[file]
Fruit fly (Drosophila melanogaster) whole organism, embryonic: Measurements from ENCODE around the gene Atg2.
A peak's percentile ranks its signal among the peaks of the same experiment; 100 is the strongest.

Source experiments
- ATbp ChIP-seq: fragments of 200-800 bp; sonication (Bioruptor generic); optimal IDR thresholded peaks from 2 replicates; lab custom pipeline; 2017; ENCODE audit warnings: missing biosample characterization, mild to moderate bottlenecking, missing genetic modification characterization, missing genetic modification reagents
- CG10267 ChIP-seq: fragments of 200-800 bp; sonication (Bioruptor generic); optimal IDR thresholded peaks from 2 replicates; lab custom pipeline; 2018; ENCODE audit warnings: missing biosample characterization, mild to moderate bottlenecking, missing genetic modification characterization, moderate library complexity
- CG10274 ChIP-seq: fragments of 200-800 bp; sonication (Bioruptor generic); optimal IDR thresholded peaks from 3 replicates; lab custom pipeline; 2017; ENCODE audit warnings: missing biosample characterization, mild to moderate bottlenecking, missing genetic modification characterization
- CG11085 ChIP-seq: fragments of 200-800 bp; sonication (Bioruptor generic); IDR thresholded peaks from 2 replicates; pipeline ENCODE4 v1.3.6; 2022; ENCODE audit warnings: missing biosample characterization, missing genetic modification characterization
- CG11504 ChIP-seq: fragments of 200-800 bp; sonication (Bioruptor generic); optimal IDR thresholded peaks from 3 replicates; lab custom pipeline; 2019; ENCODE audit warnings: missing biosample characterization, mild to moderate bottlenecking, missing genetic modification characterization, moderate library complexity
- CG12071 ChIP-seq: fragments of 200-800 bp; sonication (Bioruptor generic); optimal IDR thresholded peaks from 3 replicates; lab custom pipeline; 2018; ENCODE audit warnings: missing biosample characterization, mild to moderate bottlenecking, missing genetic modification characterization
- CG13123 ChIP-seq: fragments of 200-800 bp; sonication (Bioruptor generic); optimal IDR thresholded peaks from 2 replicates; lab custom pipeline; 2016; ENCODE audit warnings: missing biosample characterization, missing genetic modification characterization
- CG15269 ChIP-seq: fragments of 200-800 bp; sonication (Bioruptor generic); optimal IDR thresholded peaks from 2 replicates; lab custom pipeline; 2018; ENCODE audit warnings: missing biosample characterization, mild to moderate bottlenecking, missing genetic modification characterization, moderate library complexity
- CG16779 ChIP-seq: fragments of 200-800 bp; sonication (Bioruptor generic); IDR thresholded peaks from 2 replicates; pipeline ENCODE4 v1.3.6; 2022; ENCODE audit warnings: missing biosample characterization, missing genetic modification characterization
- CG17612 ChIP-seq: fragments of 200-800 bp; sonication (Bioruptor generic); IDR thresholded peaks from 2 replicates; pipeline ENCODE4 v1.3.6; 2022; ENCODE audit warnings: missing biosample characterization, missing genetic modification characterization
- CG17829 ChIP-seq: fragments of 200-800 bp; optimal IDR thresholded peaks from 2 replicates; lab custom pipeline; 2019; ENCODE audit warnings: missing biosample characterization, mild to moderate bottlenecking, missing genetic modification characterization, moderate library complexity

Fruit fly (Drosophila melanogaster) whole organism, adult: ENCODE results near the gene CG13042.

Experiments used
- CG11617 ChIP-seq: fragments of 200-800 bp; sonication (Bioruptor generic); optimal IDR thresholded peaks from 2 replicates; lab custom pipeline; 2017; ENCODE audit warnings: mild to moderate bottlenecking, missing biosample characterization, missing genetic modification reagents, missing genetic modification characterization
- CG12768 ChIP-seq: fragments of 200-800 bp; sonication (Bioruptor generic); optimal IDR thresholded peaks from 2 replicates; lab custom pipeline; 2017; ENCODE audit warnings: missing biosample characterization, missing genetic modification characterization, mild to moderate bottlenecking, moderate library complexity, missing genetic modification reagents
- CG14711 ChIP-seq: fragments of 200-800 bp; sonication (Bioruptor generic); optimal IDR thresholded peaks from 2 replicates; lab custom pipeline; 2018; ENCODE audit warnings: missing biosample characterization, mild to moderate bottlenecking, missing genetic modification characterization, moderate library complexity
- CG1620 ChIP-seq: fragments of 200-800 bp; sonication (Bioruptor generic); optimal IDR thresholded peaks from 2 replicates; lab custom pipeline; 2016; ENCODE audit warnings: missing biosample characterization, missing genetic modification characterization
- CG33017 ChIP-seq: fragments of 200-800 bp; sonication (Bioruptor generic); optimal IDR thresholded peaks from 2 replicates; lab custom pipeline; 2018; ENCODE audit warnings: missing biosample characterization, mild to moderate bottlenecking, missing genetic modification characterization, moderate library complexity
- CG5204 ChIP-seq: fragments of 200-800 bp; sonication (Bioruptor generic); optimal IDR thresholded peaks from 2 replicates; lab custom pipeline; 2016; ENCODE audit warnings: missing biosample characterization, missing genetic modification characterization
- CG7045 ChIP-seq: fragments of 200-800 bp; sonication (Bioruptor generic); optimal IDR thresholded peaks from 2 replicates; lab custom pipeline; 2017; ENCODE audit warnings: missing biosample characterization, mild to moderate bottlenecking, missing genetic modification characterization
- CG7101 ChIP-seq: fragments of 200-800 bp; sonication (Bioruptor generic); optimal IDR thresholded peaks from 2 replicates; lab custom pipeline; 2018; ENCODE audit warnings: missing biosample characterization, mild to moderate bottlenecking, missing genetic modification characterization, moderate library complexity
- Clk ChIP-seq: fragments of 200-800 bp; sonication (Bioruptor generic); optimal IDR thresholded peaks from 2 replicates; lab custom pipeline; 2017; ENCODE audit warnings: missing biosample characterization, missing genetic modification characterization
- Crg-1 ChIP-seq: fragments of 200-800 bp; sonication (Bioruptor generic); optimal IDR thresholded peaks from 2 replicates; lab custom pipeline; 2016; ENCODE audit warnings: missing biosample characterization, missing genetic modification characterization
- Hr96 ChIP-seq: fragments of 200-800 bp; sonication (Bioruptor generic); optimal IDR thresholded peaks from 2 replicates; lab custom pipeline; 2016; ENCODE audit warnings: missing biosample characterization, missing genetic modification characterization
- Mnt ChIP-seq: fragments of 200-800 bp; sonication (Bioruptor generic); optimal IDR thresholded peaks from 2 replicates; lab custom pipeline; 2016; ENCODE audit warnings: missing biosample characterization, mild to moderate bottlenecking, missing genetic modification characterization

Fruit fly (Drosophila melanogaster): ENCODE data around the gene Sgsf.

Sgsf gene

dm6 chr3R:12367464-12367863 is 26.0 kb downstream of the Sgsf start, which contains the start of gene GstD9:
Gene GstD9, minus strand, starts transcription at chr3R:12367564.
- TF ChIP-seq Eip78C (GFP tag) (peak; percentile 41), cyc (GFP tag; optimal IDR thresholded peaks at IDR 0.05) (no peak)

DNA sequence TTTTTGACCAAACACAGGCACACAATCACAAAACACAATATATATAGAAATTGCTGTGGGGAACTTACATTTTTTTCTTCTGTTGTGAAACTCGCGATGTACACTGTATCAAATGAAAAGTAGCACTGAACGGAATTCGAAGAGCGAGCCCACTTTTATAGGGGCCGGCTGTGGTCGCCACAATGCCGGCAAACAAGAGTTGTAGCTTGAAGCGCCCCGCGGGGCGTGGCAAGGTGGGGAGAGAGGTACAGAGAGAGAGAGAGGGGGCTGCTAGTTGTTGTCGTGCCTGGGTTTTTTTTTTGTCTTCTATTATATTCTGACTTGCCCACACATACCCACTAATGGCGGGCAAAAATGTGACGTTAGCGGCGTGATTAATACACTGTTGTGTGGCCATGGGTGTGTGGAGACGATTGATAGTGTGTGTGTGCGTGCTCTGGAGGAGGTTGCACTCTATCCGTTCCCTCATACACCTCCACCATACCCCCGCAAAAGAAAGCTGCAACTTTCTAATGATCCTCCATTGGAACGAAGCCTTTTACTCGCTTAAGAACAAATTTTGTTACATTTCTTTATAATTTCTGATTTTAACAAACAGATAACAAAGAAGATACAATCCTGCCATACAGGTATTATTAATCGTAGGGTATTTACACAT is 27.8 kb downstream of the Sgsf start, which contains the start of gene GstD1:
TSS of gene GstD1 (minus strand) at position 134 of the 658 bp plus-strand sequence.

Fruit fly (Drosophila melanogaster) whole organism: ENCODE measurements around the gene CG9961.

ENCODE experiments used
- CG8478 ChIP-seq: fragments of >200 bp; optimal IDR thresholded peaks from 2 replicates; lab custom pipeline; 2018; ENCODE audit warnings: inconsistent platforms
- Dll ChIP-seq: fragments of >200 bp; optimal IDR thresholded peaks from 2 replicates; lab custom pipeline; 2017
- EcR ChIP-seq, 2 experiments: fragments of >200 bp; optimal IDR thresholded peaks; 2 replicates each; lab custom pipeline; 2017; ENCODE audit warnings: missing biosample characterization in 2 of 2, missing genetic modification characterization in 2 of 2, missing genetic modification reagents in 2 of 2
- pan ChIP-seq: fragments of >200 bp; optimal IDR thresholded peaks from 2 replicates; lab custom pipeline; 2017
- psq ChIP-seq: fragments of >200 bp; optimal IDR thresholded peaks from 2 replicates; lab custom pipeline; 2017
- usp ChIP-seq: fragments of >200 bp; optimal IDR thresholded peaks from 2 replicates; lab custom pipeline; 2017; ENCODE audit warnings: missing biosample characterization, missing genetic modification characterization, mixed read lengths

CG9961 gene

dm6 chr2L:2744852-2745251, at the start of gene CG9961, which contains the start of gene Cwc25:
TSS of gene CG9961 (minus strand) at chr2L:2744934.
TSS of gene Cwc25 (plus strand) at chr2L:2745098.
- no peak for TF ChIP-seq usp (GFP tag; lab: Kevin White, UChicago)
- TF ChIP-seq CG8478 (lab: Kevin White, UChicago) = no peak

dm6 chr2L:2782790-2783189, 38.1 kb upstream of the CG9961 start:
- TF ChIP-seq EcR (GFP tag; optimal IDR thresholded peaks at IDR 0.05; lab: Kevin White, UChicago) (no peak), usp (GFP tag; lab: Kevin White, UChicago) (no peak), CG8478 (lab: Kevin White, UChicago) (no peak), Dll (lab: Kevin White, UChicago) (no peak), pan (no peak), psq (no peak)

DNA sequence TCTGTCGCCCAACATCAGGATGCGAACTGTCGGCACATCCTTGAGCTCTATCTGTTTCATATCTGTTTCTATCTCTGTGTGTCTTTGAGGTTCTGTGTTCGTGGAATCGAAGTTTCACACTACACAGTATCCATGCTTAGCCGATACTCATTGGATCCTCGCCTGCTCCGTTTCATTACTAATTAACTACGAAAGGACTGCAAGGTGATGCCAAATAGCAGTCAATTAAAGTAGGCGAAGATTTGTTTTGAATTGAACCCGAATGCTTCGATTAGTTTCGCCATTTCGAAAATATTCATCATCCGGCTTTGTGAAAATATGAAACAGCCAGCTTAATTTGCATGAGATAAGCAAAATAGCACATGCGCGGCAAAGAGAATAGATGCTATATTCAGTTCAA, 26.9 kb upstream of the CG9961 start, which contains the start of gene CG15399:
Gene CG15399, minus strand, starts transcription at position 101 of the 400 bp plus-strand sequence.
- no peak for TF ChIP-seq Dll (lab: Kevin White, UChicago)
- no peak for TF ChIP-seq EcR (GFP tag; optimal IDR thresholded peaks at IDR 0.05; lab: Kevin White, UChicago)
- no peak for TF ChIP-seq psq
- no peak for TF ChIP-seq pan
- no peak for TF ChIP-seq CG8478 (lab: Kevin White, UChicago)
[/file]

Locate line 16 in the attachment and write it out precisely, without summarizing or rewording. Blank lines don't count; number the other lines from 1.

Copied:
Experiments used